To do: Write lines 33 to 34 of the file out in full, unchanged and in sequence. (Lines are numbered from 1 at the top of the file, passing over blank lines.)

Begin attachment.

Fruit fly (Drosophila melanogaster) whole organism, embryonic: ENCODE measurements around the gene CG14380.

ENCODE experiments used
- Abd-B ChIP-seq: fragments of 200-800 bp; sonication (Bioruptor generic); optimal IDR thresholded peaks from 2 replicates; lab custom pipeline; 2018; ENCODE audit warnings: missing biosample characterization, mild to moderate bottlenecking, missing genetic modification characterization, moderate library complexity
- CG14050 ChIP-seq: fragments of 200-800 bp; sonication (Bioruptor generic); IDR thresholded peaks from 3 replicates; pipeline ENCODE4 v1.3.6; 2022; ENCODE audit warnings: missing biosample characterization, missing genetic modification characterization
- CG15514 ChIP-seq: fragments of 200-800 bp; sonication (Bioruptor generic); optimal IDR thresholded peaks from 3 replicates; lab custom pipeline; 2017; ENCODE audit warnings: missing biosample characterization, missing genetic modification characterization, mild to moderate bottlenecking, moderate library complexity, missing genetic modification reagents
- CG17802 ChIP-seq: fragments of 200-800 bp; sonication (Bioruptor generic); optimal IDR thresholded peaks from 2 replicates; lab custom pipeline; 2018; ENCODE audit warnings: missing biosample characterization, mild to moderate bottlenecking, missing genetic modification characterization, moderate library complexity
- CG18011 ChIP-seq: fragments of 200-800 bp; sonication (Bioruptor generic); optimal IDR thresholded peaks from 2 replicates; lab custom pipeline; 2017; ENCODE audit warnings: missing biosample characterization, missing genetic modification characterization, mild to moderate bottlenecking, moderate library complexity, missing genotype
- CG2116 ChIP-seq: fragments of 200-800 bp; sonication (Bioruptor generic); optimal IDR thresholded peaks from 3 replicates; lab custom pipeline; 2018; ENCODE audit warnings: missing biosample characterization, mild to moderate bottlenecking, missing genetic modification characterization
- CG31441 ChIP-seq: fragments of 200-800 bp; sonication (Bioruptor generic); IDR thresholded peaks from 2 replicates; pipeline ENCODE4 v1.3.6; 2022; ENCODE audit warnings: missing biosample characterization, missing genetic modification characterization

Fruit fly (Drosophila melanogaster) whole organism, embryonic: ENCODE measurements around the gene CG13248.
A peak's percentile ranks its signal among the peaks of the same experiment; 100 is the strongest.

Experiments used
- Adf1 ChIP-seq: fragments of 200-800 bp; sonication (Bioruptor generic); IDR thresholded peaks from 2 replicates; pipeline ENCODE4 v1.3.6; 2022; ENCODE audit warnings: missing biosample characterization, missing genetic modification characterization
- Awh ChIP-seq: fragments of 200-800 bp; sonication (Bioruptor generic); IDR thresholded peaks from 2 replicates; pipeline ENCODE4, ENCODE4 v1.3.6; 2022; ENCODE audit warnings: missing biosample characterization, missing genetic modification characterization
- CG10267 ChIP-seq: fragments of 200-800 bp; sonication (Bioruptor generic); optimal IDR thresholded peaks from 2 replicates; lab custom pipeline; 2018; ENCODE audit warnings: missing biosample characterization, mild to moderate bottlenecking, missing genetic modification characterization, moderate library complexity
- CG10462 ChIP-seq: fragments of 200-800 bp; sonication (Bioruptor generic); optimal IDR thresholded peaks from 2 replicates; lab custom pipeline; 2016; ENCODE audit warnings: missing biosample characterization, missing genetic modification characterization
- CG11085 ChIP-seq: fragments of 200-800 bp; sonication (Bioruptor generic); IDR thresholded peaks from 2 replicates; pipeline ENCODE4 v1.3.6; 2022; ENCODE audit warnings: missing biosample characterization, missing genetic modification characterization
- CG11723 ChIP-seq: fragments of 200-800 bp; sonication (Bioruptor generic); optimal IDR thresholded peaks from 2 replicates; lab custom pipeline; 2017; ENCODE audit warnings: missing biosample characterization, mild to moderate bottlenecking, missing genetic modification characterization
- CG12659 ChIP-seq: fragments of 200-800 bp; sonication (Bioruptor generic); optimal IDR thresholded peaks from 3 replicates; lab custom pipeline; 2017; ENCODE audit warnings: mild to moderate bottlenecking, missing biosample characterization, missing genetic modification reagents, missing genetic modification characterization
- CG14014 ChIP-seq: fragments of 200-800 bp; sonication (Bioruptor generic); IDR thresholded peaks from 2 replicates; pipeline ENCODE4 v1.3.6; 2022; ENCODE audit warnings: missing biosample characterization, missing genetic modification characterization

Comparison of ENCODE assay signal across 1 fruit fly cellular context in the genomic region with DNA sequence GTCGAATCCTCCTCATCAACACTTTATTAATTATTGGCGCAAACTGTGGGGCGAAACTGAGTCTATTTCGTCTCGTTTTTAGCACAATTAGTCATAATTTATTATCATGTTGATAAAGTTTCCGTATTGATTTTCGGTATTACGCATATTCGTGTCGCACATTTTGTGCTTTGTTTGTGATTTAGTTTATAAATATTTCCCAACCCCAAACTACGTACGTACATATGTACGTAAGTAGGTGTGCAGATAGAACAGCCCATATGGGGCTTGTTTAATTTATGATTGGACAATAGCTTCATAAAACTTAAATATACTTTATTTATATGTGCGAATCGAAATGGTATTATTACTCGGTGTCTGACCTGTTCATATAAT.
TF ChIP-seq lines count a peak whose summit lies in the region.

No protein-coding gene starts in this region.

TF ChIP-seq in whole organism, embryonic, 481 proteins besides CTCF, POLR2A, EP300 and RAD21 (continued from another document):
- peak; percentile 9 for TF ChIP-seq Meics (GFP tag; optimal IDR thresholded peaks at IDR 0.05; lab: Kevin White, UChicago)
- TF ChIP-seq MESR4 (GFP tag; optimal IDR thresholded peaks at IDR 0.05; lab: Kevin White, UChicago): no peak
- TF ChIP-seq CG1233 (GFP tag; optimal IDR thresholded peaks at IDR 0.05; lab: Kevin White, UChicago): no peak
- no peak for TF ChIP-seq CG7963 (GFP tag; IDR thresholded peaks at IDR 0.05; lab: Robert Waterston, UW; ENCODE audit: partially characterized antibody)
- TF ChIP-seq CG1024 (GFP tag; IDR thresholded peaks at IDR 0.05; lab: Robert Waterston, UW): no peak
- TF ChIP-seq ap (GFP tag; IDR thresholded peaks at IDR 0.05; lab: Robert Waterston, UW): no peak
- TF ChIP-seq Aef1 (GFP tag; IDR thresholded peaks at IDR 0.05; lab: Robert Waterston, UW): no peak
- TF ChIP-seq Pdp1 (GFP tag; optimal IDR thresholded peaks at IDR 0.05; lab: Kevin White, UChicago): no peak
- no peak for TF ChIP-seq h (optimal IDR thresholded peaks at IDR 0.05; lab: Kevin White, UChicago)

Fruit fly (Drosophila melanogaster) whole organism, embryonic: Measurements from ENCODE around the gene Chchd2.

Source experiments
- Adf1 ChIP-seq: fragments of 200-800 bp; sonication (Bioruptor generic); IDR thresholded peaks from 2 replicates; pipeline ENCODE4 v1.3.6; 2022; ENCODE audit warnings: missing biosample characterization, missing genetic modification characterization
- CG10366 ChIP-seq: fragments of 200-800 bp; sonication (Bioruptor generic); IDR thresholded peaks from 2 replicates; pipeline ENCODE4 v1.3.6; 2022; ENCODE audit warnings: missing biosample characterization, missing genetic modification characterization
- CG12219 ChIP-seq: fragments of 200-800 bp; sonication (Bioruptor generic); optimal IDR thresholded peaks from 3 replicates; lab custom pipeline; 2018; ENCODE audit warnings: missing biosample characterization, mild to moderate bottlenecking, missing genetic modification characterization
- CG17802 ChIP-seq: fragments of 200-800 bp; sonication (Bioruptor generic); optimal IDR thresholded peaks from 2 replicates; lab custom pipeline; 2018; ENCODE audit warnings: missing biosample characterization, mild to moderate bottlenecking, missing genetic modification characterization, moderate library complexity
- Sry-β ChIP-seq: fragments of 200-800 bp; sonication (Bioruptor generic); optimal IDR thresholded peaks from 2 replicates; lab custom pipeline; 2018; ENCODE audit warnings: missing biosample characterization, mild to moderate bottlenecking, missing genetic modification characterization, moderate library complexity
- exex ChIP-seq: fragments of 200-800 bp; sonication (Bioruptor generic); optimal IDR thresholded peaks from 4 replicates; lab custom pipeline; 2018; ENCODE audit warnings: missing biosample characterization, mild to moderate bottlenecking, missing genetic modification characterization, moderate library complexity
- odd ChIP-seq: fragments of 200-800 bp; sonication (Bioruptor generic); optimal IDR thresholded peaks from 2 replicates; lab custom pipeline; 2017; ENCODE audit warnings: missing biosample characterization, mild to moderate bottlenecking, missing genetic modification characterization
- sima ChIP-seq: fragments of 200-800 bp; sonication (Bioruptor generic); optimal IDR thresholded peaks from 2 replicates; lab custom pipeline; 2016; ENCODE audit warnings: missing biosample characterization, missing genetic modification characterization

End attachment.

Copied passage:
- no peak for TF ChIP-seq h (optimal IDR thresholded peaks at IDR 0.05; lab: Kevin White, UChicago)

Fruit fly (Drosophila melanogaster) whole organism, embryonic: Measurements from ENCODE around the gene Chchd2.